At Native Forest Nursery we grow bare root seedlings and #3 container trees. Our container trees are grown in a #3 air pruned pot. This root making container eliminates nearly all potential for root wrapping. This allows for an excellent root structure and delivers an extremely healthy tree. The bare root seedlings at our nursery are grown in a sandy loam soil with high organic matter content, which provides an extremely healthy environment for our seedlings. Our bare root liners and seedlings are hand lifted, packaged, and kept in cold storage until you are ready to plant. Conservation uses for our products include reclamation, mitigation, reforestation, restoration, wildlife habitat improvement and wetland uses. Horticultural uses for our products include field liners, container liners, landscape plantings, budding stock, grafting stock and ornamental uses.

Family: Rosaceae
Latin Name: Malus sargentii
Foliage: Dark green
Fall Foliage: Yellow
Bloom: White
Bloom Time: April
Shape: Round to spreading
Bark: Gray brown and furrowed
Sun: Full sun
Zone: Zone 4 to Zone 7
Size: 6 to 8 feet
Spread: 15 to 9 feet
Care: Medium, well drained soil

Scientifically termed Malus Sargentii, the Sargent Crabapple tree is a close cousin to its Magenta Crabapple counterpart. A member of the Rosaceae family, this species is native to Japan and is widespread throughout North America; it was introduced to the United States by C.S. Sargent in 1892 (and was thusly named). Like the Magenta Crabapple, the Sargent Crabapple favors full sun and medium to wet well-drained soils. The species can be adaptable, boasting a 4-7 hardiness rating.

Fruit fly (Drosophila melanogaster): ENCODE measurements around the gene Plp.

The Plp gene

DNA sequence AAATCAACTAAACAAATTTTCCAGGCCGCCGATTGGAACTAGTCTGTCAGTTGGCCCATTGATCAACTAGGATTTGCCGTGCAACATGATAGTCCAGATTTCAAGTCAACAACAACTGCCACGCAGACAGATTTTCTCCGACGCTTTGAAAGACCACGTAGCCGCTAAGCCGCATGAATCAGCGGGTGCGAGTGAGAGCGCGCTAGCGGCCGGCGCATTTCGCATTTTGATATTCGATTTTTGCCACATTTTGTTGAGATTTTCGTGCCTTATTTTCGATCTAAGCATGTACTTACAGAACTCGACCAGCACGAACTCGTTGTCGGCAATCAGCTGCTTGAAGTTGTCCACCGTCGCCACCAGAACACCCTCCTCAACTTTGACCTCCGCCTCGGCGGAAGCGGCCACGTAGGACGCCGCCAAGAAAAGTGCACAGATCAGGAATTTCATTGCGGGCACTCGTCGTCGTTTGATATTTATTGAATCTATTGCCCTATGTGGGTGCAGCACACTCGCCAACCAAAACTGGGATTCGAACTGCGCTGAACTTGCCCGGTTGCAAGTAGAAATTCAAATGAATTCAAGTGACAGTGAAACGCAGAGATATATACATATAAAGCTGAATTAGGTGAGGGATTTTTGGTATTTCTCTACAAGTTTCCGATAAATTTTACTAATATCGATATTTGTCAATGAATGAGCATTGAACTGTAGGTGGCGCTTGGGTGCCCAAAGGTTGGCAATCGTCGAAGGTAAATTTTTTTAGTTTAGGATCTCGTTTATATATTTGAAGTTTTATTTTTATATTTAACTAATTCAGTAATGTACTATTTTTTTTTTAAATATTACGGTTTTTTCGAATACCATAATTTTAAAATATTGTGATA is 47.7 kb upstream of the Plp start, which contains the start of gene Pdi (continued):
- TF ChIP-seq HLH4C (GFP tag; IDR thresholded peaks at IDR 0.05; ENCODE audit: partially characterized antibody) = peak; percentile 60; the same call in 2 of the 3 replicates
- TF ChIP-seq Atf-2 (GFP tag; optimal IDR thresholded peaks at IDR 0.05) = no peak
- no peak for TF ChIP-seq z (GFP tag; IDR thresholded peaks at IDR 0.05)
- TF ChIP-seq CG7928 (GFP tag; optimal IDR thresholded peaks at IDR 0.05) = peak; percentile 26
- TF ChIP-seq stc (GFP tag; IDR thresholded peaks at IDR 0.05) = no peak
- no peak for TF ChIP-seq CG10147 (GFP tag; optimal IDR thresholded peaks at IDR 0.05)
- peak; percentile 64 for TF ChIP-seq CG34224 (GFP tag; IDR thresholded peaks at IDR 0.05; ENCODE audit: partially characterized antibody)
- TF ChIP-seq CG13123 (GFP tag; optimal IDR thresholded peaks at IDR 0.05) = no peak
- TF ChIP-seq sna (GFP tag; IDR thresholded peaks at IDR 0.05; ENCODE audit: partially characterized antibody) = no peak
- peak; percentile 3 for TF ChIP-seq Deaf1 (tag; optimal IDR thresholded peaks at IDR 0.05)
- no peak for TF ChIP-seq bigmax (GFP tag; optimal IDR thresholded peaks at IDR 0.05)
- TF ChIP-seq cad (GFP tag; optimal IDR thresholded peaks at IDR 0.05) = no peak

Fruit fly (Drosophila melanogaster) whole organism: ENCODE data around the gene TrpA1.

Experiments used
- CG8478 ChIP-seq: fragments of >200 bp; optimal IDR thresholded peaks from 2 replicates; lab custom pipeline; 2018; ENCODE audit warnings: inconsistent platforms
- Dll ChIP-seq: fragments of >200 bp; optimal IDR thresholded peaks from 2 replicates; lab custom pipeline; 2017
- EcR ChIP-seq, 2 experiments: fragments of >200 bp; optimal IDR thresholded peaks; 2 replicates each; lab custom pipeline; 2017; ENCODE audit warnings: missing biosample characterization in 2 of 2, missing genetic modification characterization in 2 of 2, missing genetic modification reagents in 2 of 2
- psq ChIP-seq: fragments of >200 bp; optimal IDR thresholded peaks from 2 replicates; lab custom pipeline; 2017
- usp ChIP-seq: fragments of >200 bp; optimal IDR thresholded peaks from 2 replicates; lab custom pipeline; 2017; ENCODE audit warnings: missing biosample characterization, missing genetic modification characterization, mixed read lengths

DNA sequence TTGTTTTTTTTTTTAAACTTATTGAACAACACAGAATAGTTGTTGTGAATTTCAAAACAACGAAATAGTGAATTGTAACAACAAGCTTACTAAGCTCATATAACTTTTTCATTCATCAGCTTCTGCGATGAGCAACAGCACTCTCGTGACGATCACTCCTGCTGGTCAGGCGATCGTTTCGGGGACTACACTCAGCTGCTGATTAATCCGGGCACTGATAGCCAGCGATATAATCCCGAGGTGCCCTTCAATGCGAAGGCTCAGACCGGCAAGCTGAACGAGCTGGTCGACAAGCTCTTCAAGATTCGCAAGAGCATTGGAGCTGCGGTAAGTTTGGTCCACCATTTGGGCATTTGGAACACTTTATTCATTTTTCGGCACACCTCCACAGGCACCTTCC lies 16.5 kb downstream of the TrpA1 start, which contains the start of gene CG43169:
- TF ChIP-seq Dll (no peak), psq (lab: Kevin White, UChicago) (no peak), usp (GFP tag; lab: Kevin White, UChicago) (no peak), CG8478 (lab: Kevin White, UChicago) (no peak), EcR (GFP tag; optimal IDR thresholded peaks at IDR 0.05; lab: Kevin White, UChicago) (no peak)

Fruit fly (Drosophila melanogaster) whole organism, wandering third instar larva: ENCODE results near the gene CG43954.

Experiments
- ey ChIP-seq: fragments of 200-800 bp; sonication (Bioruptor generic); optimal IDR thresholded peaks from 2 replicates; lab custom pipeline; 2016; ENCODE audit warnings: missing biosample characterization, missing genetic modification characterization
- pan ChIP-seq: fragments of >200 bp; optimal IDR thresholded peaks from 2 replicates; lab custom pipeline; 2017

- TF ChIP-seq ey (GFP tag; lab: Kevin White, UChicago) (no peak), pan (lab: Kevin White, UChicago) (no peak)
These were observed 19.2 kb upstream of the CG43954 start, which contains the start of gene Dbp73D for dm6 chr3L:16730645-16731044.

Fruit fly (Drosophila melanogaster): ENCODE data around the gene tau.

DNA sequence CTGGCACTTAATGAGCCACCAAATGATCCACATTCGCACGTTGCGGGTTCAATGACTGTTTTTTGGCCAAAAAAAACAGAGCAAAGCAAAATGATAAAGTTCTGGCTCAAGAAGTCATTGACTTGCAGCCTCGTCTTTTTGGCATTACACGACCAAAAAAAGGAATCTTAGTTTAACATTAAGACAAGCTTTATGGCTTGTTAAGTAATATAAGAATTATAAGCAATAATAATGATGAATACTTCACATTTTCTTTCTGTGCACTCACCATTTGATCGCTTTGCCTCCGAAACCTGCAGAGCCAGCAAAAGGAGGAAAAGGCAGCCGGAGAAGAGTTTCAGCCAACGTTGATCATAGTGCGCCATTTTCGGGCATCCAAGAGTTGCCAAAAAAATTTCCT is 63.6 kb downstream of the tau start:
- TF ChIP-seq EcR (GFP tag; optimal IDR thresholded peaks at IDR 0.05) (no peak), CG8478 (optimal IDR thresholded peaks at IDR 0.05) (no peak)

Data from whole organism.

A colorful tree year-round, the deciduous Sargent Crabapple blossoms in April, revealing a lush and fragrant array of delicate white flowers amidst its lobed green foliage. The individual blossoms are quite small—only about an inch wide—but they bloom in large clusters, creating a gorgeous patchwork of blossoms along the tree limbs. In the summer, the flowers are replaced by brilliant red apples which persist into the colder seasons before the tree’s leaves turn golden-yellow and are shed. The small fruits are a favorite staple of robins, mockingbirds, pheasants, red foxes, and black bears, among others. In winter, it is easiest to distinguish the Sargent Crabapple’s furrowed gray-brown trunk and branches, a favorite perch for many local songbirds.

A sensible and attractive choice, the Sargent Crabapple is prized as an ornamental landscape shrub, reaching an average height of 6-8 ft. and rounding out to about 9-15 ft. Its dense foliage provides adequate shade; the tree proves to be a suitable windbreaker and can serve as a lovely centerpiece shrub. Small enough to avoid tangling with utility lines and fruitful enough to provide food and shelter to wildlife, the Sargent Crabapple excels as both a city and garden tree. While this species requires minimal pruning and little maintenance, it has a low tolerance for salt spray, drought, and pollution; it must be watered and sheltered accordingly in such instances.

Native Forest Nursery Photos:

Mature Tree Photos: